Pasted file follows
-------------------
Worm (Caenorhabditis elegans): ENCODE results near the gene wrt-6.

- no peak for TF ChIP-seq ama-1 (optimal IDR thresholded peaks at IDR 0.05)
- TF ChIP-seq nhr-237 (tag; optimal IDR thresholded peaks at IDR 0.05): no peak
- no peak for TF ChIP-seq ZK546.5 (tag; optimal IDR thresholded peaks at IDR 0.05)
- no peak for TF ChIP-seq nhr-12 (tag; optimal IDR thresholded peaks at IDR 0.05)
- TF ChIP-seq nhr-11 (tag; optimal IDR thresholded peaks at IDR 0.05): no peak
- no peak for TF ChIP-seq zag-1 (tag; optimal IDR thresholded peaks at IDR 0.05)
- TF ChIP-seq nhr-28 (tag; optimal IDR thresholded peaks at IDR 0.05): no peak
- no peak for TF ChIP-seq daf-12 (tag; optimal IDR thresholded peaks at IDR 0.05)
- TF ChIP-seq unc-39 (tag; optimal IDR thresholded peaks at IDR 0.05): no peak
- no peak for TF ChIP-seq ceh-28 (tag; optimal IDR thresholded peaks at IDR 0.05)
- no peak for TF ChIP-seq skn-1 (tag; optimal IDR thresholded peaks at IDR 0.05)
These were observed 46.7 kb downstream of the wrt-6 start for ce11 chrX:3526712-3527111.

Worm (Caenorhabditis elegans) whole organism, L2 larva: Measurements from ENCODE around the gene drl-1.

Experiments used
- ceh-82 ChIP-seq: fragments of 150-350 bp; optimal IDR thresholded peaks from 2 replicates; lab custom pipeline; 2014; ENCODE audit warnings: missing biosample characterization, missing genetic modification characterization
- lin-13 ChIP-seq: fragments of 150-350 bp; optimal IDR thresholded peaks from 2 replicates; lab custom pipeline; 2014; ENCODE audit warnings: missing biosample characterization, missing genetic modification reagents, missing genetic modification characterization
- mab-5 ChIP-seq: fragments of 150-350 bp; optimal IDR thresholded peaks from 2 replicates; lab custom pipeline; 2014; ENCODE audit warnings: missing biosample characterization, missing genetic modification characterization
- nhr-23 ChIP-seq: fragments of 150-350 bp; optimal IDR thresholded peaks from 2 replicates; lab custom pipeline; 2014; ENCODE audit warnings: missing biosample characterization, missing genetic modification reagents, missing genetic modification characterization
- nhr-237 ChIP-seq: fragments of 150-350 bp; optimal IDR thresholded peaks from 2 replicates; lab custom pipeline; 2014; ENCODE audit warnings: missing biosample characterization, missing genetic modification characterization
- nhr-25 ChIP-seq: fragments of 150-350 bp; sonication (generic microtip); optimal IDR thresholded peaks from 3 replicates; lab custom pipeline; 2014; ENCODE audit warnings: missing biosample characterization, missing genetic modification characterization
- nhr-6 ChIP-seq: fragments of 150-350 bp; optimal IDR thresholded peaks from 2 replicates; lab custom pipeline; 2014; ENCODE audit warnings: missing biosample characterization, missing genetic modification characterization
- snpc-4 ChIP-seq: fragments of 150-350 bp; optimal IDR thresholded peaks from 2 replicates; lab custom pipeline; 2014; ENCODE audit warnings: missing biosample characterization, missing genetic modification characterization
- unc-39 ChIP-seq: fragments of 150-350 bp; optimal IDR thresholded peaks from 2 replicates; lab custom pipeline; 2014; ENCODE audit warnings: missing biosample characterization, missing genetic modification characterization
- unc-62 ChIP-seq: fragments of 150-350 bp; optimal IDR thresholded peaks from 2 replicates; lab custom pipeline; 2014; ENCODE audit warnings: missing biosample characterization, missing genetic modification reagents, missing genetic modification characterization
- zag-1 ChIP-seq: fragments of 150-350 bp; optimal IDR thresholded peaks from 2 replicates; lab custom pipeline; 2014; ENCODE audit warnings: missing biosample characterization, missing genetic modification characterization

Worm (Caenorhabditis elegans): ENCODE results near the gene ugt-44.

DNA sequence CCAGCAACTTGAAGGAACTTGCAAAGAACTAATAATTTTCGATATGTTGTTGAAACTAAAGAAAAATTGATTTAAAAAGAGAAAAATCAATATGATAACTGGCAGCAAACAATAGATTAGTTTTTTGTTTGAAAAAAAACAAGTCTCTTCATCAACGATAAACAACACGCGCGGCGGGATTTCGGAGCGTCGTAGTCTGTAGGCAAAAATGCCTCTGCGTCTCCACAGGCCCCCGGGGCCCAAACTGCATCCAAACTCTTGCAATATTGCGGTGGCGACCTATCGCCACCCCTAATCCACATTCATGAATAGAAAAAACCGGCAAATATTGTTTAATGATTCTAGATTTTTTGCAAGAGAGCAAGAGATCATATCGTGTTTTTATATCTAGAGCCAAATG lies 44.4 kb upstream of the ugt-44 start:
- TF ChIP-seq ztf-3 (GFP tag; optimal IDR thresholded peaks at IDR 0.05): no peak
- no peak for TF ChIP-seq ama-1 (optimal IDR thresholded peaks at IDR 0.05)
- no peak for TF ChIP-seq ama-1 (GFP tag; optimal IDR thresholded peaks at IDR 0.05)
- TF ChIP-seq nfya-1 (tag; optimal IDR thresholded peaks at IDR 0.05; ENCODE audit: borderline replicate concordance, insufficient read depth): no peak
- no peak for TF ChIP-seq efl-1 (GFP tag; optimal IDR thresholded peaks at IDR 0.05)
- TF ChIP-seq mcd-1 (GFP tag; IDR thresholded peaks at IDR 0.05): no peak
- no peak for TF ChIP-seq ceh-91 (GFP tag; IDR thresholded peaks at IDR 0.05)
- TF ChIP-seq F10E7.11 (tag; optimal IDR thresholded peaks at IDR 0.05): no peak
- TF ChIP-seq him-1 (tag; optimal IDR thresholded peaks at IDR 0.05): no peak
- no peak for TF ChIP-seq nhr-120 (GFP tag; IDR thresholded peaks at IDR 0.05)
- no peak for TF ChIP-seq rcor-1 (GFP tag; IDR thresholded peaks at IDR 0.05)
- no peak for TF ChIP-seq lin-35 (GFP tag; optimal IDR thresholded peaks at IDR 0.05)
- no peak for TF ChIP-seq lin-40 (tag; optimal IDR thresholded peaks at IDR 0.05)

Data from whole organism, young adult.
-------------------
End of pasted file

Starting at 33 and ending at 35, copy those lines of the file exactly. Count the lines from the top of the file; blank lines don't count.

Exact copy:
- no peak for TF ChIP-seq efl-1 (GFP tag; optimal IDR thresholded peaks at IDR 0.05)
- TF ChIP-seq mcd-1 (GFP tag; IDR thresholded peaks at IDR 0.05): no peak
- no peak for TF ChIP-seq ceh-91 (GFP tag; IDR thresholded peaks at IDR 0.05)